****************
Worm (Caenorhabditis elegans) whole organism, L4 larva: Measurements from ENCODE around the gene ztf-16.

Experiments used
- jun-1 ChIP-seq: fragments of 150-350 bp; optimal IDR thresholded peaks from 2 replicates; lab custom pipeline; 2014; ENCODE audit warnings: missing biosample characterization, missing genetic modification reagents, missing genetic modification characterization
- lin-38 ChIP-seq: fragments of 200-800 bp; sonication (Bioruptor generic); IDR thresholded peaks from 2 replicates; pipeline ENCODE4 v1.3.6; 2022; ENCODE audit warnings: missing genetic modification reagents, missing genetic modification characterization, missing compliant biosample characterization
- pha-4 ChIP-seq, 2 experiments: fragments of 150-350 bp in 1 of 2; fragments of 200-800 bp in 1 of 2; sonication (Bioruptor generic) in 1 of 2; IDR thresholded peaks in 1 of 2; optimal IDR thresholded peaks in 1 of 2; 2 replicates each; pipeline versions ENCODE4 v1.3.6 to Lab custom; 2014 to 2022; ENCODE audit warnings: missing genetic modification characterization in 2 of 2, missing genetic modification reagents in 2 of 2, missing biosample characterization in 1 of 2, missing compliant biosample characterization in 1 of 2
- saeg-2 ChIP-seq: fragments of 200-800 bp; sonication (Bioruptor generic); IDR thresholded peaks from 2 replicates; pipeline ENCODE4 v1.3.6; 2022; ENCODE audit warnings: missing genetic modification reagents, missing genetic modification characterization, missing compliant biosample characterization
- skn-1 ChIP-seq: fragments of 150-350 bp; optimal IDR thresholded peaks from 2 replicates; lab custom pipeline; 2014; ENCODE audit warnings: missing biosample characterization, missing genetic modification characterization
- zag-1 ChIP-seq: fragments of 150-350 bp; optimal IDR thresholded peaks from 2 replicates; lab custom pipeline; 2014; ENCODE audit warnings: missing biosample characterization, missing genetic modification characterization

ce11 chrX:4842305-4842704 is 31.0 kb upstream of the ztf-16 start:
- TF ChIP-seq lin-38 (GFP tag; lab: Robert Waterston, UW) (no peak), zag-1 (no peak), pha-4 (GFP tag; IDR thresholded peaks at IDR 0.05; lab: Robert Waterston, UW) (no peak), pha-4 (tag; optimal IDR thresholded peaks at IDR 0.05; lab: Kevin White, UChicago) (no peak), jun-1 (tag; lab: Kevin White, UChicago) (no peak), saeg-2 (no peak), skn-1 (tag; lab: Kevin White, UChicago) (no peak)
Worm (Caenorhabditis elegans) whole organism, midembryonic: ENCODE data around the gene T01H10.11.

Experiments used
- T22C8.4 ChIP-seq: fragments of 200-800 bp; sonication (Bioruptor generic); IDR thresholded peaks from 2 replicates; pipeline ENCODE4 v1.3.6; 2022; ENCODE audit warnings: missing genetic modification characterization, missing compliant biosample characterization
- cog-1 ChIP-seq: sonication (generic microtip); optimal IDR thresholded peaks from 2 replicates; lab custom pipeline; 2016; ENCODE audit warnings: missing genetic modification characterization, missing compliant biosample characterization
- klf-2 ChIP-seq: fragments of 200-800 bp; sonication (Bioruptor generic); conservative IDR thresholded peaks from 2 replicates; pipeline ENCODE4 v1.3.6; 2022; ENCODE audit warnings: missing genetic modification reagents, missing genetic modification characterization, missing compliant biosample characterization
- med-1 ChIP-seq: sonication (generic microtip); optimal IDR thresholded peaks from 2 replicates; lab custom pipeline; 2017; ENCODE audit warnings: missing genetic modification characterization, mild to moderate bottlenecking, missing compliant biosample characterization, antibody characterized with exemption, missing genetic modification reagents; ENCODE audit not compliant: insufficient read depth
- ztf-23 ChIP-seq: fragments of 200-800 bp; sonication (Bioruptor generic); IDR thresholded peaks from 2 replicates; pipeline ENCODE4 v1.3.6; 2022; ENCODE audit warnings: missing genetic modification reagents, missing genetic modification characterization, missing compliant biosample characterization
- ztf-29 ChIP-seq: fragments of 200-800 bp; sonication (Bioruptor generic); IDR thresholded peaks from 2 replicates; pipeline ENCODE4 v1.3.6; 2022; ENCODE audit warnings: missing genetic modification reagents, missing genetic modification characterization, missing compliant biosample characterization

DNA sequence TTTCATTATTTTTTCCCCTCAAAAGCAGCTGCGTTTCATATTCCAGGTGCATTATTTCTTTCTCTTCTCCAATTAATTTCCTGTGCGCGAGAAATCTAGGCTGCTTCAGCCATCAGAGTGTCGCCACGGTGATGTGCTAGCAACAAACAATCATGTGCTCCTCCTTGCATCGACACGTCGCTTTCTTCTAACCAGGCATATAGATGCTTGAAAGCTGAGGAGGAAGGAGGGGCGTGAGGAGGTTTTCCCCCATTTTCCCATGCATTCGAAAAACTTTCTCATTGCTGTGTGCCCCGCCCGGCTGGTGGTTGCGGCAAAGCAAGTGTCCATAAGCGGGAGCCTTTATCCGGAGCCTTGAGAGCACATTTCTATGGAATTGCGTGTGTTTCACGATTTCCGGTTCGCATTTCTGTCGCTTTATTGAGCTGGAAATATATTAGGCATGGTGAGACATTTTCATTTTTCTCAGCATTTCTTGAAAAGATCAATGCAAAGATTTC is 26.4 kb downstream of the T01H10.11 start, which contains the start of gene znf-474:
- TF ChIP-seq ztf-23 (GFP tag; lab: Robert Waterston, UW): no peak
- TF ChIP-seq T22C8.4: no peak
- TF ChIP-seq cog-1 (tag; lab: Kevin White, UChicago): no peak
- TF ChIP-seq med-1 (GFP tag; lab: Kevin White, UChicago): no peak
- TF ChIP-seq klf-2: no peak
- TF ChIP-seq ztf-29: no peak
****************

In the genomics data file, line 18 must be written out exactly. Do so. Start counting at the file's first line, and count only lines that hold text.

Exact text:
- ztf-29 ChIP-seq: fragments of 200-800 bp; sonication (Bioruptor generic); IDR thresholded peaks from 2 replicates; pipeline ENCODE4 v1.3.6; 2022; ENCODE audit warnings: missing genetic modification reagents, missing genetic modification characterization, missing compliant biosample characterization